Once- or twice-weekly consumption of fish (or a small amount of fish intake) reduces the risk of coronary heart disease and sudden cardiac death in Western countries. It is uncertain whether a high frequency or large amount of fish intake, as is the case in Japan, further reduces the risk.

To examine an association between high intake of fish and n3 polyunsaturated fatty acids and the risk of coronary heart disease, a total of 41,578 Japanese men and women aged 40 to 59 years who were free of prior diagnosis of cardiovascular disease and cancer and who completed a food frequency questionnaire were followed up from 1990-1992 to 2001. After 477,325 person-years of follow-up, 258 incident cases of coronary heart disease (198 definite and 23 probable myocardial infarctions and 37 sudden cardiac deaths) were documented, comprising 196 nonfatal and 62 fatal coronary events. The multivariable hazard ratios (HRs) and 95% confidence intervals in the highest (8 times per week, or median intake=180 g/d) versus lowest (once a week, or median intake=23 g/d) quintiles of fish intake were 0.63 (0.38 to 1.04) for total coronary heart disease, 0.44 (0.24 to 0.81) for definite myocardial infarction, and 1.14 (0.36 to 3.63) for sudden cardiac death. The reduced risk was primarily observed for nonfatal coronary events (HR=0.43 [0.23 to 0.81]) but not for fatal coronary events (HR=1.08 [0.42 to 2.76]). Strong inverse associations existed between dietary intake of n3 fatty acids and risk of definite myocardial infarction (HR=0.35 [0.18 to 0.66]) and nonfatal coronary events (HR=0.33 [0.17 to 0.63]).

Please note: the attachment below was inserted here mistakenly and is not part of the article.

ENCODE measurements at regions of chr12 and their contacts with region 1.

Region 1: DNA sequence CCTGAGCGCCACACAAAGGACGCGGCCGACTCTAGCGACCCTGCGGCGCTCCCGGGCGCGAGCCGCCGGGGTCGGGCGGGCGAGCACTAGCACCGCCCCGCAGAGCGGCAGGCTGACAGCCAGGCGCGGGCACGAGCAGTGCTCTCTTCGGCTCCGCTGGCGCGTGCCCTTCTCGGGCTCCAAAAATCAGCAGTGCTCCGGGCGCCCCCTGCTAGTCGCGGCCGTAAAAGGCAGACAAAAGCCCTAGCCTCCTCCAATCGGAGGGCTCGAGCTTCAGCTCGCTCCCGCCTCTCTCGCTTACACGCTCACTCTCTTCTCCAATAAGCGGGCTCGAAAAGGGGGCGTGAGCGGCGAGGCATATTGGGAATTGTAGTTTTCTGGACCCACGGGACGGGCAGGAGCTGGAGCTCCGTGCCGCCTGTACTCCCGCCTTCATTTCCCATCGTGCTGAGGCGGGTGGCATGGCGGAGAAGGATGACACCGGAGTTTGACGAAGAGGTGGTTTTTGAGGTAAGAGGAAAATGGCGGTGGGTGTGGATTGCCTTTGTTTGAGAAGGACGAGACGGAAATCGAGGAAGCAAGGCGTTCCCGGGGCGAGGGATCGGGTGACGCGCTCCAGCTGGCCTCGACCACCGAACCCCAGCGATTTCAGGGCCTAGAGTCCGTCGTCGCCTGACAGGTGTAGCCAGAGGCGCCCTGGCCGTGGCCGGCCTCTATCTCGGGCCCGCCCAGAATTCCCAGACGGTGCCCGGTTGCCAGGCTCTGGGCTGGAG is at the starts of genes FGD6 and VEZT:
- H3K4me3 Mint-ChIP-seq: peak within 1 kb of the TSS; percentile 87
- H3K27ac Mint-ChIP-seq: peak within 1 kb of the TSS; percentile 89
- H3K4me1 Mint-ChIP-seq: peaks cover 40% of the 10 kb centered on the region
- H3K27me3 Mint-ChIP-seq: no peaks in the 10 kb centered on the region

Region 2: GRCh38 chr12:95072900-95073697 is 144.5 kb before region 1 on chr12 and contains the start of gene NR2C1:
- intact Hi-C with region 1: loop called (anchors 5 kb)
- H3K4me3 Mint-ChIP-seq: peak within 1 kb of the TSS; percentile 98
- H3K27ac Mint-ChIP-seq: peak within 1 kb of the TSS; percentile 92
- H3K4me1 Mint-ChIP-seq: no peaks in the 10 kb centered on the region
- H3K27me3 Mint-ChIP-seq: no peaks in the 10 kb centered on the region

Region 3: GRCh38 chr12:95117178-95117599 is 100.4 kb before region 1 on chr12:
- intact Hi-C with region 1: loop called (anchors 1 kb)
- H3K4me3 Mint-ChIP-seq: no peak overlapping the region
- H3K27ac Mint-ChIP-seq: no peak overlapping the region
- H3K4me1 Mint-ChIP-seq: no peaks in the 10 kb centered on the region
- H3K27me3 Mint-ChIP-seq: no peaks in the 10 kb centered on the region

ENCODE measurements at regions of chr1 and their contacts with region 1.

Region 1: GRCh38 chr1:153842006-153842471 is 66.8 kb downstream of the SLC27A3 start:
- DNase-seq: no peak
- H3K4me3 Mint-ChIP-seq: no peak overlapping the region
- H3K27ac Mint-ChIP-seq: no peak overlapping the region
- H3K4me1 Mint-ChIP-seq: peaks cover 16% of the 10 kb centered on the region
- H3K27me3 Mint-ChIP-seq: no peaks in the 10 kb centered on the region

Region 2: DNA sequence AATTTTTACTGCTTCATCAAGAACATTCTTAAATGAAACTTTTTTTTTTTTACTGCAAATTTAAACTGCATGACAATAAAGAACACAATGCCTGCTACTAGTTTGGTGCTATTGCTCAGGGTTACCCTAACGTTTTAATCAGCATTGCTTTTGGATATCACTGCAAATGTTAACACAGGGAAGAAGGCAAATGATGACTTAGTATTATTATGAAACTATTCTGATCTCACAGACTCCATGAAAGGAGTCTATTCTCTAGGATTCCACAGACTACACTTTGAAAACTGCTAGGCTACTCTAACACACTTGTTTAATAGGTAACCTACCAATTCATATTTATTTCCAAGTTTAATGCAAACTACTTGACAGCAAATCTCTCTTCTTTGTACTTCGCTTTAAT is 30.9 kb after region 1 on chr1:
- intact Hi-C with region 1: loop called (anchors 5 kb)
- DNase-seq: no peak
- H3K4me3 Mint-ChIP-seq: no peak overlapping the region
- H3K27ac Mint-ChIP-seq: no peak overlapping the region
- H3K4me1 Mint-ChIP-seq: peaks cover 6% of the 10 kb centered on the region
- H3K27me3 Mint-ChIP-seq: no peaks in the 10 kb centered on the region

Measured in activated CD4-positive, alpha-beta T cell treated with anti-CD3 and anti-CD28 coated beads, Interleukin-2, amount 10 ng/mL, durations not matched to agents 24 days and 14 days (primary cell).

Compared with a modest fish intake of once a week or &20 g/d, a higher intake was associated with substantially reduced risk of coronary heart disease, primarily nonfatal cardiac events, among middle-aged persons.

PMID: 16401768

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